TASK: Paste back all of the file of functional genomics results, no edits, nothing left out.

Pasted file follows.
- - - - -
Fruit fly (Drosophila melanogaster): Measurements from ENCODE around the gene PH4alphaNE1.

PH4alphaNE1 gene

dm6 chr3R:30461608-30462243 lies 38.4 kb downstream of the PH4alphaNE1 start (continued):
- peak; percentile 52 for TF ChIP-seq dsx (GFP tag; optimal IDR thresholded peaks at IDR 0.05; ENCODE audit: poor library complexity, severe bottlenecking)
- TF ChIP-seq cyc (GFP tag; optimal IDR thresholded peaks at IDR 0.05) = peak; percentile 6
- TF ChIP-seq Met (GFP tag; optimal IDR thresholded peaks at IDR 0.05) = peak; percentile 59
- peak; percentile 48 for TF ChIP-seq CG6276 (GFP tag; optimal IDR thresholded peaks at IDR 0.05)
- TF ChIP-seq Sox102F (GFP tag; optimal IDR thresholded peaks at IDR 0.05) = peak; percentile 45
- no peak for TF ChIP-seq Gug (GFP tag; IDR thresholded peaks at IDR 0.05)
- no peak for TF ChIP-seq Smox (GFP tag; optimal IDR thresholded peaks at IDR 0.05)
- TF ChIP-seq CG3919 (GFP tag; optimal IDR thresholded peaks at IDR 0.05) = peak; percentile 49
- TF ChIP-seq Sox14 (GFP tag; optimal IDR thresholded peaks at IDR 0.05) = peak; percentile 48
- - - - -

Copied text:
Fruit fly (Drosophila melanogaster): Measurements from ENCODE around the gene PH4alphaNE1.

PH4alphaNE1 gene

dm6 chr3R:30461608-30462243 lies 38.4 kb downstream of the PH4alphaNE1 start (continued):
- peak; percentile 52 for TF ChIP-seq dsx (GFP tag; optimal IDR thresholded peaks at IDR 0.05; ENCODE audit: poor library complexity, severe bottlenecking)
- TF ChIP-seq cyc (GFP tag; optimal IDR thresholded peaks at IDR 0.05) = peak; percentile 6
- TF ChIP-seq Met (GFP tag; optimal IDR thresholded peaks at IDR 0.05) = peak; percentile 59
- peak; percentile 48 for TF ChIP-seq CG6276 (GFP tag; optimal IDR thresholded peaks at IDR 0.05)
- TF ChIP-seq Sox102F (GFP tag; optimal IDR thresholded peaks at IDR 0.05) = peak; percentile 45
- no peak for TF ChIP-seq Gug (GFP tag; IDR thresholded peaks at IDR 0.05)
- no peak for TF ChIP-seq Smox (GFP tag; optimal IDR thresholded peaks at IDR 0.05)
- TF ChIP-seq CG3919 (GFP tag; optimal IDR thresholded peaks at IDR 0.05) = peak; percentile 49
- TF ChIP-seq Sox14 (GFP tag; optimal IDR thresholded peaks at IDR 0.05) = peak; percentile 48